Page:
Two decades after the third president, Festus Mogae, pulled Ian Khama like a rabbit in a hat and made him vice president, the fourth president last week finally agreed to be interviewed by Mmegi newspaper for the very first time.
When the Mmegi team arrived five minutes ahead of time at his new secure compound with a newly painted white house, Khama was already waiting. His desk still looks like the one from OP – from the pictures of those media houses that had the privilege to be granted interview.
It has since dawned on him that his successor, President Mokgweetsi Masisi [un]popular utterances of “Ke lolope” and “Kgosi ya lopela” were just a gambit move and like is said in the game of chess, he (mindlessly so) accepted the gambit.
Five months later it is clear that Masisi’s gambit was ‘sound’ and he successfully deceived the five-star general.
Sitting across from his cluttered desk at the former president office, Khama does not look retired. No Hawaiian shirts, unkempt hair or dark sunglasses. He is not even suntanned to suggest that he is enjoying the sun more. He is in a white shirt, black tie, nicely combed afro, just like the old Khama in power.
There are four rhino sculptures on Khama’s desk, the fifth one is a book holder towards his rear left – the only books held by the rhinos are the two Oxford Concise Dictionaries, and Discover Botswana coffee table book (I made a mental note to ask him where my book that I gifted him is, but the issue slipped my mind). It is worth noting that there are no other books nor bookshelf in his office.
There more animal sculptures, hippos, elephants, all the big five are lined next to the trophy curved with words, General Ian Khama, next to the famous antique green banker’s desk lamp. There are secretariat tools like stapler, puncher, pair of scissors, four note holders, about five penholders, and four In/Out trays.
On his right there are four fixed line telephones and one of them is red. There is small statue of Sir Seretse Khama next to the phone and he said it is a replica of the one that is at the Parliament buildings.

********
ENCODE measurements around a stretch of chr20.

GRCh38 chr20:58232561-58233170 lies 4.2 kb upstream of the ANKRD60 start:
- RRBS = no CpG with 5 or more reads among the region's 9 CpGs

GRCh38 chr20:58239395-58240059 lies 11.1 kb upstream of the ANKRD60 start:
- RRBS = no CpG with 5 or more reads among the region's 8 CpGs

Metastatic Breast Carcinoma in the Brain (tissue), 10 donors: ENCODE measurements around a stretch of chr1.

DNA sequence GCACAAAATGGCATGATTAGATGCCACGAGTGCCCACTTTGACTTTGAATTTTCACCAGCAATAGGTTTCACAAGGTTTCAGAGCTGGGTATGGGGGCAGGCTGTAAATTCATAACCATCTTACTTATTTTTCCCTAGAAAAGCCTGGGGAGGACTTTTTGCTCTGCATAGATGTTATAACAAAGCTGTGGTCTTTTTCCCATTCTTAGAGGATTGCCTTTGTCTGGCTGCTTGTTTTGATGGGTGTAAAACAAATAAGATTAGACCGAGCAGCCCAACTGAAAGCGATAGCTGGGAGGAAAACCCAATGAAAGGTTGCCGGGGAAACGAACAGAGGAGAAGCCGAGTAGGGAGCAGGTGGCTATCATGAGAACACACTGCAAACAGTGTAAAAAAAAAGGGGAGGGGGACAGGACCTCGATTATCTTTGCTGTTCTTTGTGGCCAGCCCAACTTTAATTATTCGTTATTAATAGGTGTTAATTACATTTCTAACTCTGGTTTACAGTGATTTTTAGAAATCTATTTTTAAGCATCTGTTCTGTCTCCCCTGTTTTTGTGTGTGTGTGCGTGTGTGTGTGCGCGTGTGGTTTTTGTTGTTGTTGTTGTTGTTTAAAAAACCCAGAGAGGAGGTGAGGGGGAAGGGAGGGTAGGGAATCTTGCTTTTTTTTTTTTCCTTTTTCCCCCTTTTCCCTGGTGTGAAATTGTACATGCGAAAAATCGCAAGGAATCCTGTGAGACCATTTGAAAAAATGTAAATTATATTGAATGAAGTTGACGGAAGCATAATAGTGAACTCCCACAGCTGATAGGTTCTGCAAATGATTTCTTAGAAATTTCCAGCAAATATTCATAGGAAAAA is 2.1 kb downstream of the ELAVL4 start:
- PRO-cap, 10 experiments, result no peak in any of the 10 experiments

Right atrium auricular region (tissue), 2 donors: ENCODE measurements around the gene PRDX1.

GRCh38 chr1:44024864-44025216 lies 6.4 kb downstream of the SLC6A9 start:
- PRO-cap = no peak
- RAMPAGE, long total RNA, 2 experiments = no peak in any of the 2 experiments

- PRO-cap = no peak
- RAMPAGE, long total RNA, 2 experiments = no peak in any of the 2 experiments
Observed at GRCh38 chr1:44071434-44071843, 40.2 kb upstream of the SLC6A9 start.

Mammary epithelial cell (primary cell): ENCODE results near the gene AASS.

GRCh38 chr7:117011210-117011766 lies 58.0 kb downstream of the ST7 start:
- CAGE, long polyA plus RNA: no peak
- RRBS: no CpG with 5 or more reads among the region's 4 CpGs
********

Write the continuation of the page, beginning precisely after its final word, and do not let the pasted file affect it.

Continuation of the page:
Behind his big swivel chair next to the two smaller cabinets,
On the walls behind Khama are images of his parents Seretse Khama and Ruth Khama with his picture in ceremonial army uniform. There is also his grandfather at Sekgoma II on the far left. The biggest picture on the wall is of the big male lion – the noun President is called Tautona in Setswana, which literally means big lion.
There is also a picture of Goo Moremi third pool waterfall as well as box framed image of Khama crawling inside Gqhihaba caves.
There is a main cabinet next to the entrance with lots of miniature toy aeroplanes that if a child could walk inside Khama’s office, that child will not want to leave. His coronation picture is also in the cabinet.
With such an office, complete with a red phone, what is it that Khama misses about being president?
“What I enjoyed was what I am still doing now, is being able to help the disadvantaged and that’s why I decided to carry it on and it’s not something that should end with my presidency. I will feel a gap in my life today if I was not helping people. So as I’m still continuing, there is nothing really I miss,” said Khama.
It is clear there is not much to miss for Khama. He is now being chauffeured in a big black Lexus GX top of the range. He still travels with bodyguards, although getting a plane is a hassle these days he got friends lending him airplanes, and he still gets ululations and praise poems at Kgotla. He has a red fixed line telephone and still makes front-page news.
So if he could do it again, what would he change? He looked up, looked back at us and looked up again before saying, “I wouldn’t do it again.”